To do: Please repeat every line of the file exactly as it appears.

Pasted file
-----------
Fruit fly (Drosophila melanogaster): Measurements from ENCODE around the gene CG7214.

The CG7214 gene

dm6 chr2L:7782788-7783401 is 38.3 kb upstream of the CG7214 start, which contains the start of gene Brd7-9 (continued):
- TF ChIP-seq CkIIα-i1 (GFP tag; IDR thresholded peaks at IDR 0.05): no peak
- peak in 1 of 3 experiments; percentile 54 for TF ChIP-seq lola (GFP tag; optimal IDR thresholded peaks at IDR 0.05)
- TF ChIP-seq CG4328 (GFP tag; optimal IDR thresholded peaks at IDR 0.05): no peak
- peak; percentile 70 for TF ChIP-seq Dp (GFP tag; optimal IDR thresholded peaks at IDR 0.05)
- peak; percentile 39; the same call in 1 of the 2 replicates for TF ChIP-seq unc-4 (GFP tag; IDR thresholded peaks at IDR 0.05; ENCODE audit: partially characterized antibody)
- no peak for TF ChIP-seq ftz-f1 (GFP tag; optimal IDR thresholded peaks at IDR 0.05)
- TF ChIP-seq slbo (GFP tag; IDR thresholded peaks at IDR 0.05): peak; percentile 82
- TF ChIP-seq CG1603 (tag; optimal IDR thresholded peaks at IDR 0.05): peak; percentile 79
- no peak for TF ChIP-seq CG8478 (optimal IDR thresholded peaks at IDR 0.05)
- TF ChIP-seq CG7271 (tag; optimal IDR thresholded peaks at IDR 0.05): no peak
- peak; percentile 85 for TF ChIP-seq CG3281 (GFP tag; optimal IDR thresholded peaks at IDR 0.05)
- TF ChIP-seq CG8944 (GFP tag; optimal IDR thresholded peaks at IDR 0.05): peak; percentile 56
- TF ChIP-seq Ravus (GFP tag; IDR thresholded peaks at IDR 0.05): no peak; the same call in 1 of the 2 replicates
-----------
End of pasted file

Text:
Fruit fly (Drosophila melanogaster): Measurements from ENCODE around the gene CG7214.

The CG7214 gene

dm6 chr2L:7782788-7783401 is 38.3 kb upstream of the CG7214 start, which contains the start of gene Brd7-9 (continued):
- TF ChIP-seq CkIIα-i1 (GFP tag; IDR thresholded peaks at IDR 0.05): no peak
- peak in 1 of 3 experiments; percentile 54 for TF ChIP-seq lola (GFP tag; optimal IDR thresholded peaks at IDR 0.05)
- TF ChIP-seq CG4328 (GFP tag; optimal IDR thresholded peaks at IDR 0.05): no peak
- peak; percentile 70 for TF ChIP-seq Dp (GFP tag; optimal IDR thresholded peaks at IDR 0.05)
- peak; percentile 39; the same call in 1 of the 2 replicates for TF ChIP-seq unc-4 (GFP tag; IDR thresholded peaks at IDR 0.05; ENCODE audit: partially characterized antibody)
- no peak for TF ChIP-seq ftz-f1 (GFP tag; optimal IDR thresholded peaks at IDR 0.05)
- TF ChIP-seq slbo (GFP tag; IDR thresholded peaks at IDR 0.05): peak; percentile 82
- TF ChIP-seq CG1603 (tag; optimal IDR thresholded peaks at IDR 0.05): peak; percentile 79
- no peak for TF ChIP-seq CG8478 (optimal IDR thresholded peaks at IDR 0.05)
- TF ChIP-seq CG7271 (tag; optimal IDR thresholded peaks at IDR 0.05): no peak
- peak; percentile 85 for TF ChIP-seq CG3281 (GFP tag; optimal IDR thresholded peaks at IDR 0.05)
- TF ChIP-seq CG8944 (GFP tag; optimal IDR thresholded peaks at IDR 0.05): peak; percentile 56
- TF ChIP-seq Ravus (GFP tag; IDR thresholded peaks at IDR 0.05): no peak; the same call in 1 of the 2 replicates